3. Radical Honesty - This wasn’t about bringing the truth to others. It was about unearthing the truth within myself. Over time I got very clever, and spun great stories to justify who I had become. They made perfect sense, and I could argue with anyone to show them how much all my suffering amounted to my reality. I found myself protecting this broken version of a person I never meant to be and did not want to become. When presented with a potentially better way of doing something, I’d become defensive. Changing this mindset took isolation. There were many quiet moments. I had to ask myself, why had I allowed certain things to happen, what story was I supporting/affirming? What was I getting out of it? Why would I participate in exchanges that don’t build me up? Here’s an example of a storyline I used to carry: “I’m the type of person who always helps other people, shrinking and putting myself in the background and they always take advantage of me.” Let’s unpack this. First, this was what I told myself was part of my identity, so even though it brought on a lot of pain, I was actually conjuring and calling these situations into my life, but why? I didn’t believe in myself. Ooof. That was hard to face. It was easier to believe I was just the most altruistic person on Earth and like Jesus, I was not fully appreciated during my time, a much better story than - I’m scared. It was a more noble story than - I don’t think I can do it. This way I was still righteous and helpless, but most importantly comfortable. I have to say, it is very clever. Many of us do some version of this. Then there’s downplaying everything we see working for others, “oh that’s cause I’m so focused on xyz” or “Yeah but that person is (insert judgement with no proof)”. I believe a judgemental mind is a prison for the judge. All the ways we might pass judgement on others leave us isolated and stuck in our loops on our tiny smug islands. Reading “The Four Agreements” by don Miguel Ruiz picked me up and carried me the rest of the way when I was at my wit’s end. I had to surrender, and begin to weaken the neural connections I spent a life building, while encouraging new ones. Other recommended reading, “The Artist’s Way” by Julia Cameron, “The Drama of The Gifted Child” by Alice Miller and “Truth” by Susan Batson (no affiliates, just great books). I need to read all of these books again myself.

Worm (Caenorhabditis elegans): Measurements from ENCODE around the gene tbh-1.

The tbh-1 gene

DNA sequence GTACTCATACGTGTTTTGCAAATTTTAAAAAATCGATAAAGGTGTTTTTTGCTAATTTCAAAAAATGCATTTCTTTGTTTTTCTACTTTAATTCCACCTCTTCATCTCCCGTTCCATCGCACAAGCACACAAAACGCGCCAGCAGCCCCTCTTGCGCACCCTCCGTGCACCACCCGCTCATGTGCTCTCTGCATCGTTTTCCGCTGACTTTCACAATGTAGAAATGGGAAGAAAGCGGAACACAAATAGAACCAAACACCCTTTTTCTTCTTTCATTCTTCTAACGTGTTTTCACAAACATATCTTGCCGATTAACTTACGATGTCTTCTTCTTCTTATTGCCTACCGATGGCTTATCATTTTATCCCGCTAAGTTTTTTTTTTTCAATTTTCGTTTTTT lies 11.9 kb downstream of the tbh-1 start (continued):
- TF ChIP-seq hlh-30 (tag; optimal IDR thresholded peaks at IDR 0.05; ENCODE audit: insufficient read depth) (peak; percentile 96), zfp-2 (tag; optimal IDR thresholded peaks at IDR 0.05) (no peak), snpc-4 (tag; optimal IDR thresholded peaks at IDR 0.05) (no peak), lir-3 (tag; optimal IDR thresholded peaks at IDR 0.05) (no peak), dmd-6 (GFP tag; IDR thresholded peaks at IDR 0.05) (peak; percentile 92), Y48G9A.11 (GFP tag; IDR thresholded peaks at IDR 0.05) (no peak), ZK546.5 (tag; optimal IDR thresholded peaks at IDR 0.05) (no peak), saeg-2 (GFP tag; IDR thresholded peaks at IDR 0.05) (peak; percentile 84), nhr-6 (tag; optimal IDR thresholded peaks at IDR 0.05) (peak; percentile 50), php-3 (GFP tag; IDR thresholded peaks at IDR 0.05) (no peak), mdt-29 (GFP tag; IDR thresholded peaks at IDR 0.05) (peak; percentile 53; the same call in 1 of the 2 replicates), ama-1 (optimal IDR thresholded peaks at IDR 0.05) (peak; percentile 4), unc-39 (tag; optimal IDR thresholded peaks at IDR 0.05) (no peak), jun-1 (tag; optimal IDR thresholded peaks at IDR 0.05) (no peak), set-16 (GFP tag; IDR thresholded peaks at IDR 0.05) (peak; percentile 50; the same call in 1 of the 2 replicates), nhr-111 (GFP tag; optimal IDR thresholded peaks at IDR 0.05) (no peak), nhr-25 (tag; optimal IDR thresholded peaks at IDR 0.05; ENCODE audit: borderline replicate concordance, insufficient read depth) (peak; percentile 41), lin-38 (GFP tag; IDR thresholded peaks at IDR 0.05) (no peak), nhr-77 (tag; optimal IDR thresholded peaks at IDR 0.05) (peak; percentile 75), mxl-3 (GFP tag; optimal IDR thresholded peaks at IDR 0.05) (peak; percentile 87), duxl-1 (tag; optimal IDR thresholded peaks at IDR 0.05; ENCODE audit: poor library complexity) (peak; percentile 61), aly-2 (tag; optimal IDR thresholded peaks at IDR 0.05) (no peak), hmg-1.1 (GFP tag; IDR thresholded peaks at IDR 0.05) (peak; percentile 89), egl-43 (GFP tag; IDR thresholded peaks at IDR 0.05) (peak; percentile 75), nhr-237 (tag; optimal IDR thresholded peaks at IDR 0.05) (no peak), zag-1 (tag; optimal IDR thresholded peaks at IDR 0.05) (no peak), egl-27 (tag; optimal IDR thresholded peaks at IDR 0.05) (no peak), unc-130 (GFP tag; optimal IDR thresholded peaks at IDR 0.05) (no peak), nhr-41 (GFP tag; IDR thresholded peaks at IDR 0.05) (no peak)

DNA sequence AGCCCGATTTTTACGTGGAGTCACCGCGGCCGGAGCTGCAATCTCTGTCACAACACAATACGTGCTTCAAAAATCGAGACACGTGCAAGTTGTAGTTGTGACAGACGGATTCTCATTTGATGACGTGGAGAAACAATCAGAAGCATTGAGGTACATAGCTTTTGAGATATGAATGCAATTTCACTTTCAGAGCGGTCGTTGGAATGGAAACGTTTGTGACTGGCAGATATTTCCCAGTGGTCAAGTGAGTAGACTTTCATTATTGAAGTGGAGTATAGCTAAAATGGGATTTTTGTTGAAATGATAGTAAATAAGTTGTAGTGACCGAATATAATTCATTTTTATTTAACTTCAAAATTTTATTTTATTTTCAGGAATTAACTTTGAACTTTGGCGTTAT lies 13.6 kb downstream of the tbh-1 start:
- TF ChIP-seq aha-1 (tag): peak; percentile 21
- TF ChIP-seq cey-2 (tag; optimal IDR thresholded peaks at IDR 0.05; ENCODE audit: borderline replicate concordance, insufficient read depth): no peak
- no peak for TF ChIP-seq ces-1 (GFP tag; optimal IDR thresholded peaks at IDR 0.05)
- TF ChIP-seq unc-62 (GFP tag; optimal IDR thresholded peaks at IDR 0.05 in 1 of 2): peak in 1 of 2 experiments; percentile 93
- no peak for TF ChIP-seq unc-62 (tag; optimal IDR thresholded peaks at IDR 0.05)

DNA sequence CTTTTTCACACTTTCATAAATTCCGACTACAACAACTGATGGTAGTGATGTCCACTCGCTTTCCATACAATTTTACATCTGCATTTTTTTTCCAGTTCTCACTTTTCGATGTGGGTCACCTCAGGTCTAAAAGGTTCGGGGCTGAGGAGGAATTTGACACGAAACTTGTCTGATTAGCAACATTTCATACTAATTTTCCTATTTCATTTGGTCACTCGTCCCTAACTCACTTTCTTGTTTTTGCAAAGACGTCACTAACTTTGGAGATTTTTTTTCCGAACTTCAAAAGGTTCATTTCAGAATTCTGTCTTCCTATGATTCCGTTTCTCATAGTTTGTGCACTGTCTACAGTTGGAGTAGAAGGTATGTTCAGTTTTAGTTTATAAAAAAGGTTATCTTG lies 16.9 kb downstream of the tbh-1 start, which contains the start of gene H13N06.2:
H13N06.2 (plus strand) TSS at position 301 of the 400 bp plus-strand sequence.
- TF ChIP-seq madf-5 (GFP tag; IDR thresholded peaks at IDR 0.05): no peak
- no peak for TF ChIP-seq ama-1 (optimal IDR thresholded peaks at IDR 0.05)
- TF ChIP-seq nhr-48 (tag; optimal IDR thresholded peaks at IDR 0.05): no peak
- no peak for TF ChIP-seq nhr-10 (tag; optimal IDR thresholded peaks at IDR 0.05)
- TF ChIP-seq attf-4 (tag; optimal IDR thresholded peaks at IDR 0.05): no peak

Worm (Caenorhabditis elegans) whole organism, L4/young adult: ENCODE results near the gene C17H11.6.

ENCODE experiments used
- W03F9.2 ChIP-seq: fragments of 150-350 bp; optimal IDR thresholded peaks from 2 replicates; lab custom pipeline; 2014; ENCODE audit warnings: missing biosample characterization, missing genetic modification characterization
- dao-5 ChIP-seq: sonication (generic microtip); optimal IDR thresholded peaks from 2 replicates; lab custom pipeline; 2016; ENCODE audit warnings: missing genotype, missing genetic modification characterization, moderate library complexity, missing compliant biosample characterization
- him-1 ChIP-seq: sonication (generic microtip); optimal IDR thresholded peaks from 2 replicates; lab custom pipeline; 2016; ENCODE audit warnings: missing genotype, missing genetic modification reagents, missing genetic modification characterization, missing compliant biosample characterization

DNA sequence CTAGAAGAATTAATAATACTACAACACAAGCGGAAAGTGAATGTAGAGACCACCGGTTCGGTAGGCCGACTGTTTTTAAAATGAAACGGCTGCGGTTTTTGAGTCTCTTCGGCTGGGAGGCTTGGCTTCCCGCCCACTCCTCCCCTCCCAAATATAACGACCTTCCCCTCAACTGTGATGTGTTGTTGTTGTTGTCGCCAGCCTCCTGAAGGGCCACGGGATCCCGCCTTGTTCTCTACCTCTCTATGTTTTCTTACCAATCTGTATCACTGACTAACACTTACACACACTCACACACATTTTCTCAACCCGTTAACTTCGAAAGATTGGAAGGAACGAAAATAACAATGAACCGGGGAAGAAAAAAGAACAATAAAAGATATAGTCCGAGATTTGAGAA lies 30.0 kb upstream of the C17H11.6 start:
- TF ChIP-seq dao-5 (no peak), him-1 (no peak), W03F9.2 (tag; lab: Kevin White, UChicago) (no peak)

Now these are just 3 ways that have helped me, and I chose to start with these because they are areas of our lives we can put our energy into that give us so much in return. They’re also areas that require our attention over the course of our lives. This satisfies a natural human need to evolve and grow. Often when I experienced the most anxiety it was because I felt stagnant, out of control, frustrated, and like I was wasting my life. I used to believe if I didn’t make some grand gesture or accomplish some wild measure of success, that this feeling would not be shaken. Now I think without doing this work, if that had happened it would fling me from the highest of highs to the lowest of lows, because it was my foundation that was broken. My mindset was what I needed to change. Being on this side of the journey, I imagine it is some version of life after rehab. I have to remain alert, and not let the promises I made to myself slip. Almost nothing drives us into despair faster than a pile of promises we’ve broken with ourselves. Do I get it right every single time? No. It’s not about a perfect score though, it’s about the commitment to the effort to reach my highest self. One of my favorite quotes that says something to the effect of - setting goals is about the person you have to become to get there. It’s about the process. I have so much more to share about this journey, but for now I hope this speaks to someone. I hope there was a spark. If so, I hope you’ll share it with someone you love. Until next time, wishing you optimal wellness, secured bags, and hella hydration.

Ph: Lindsey Lopez

Ph: Lindsey Lopez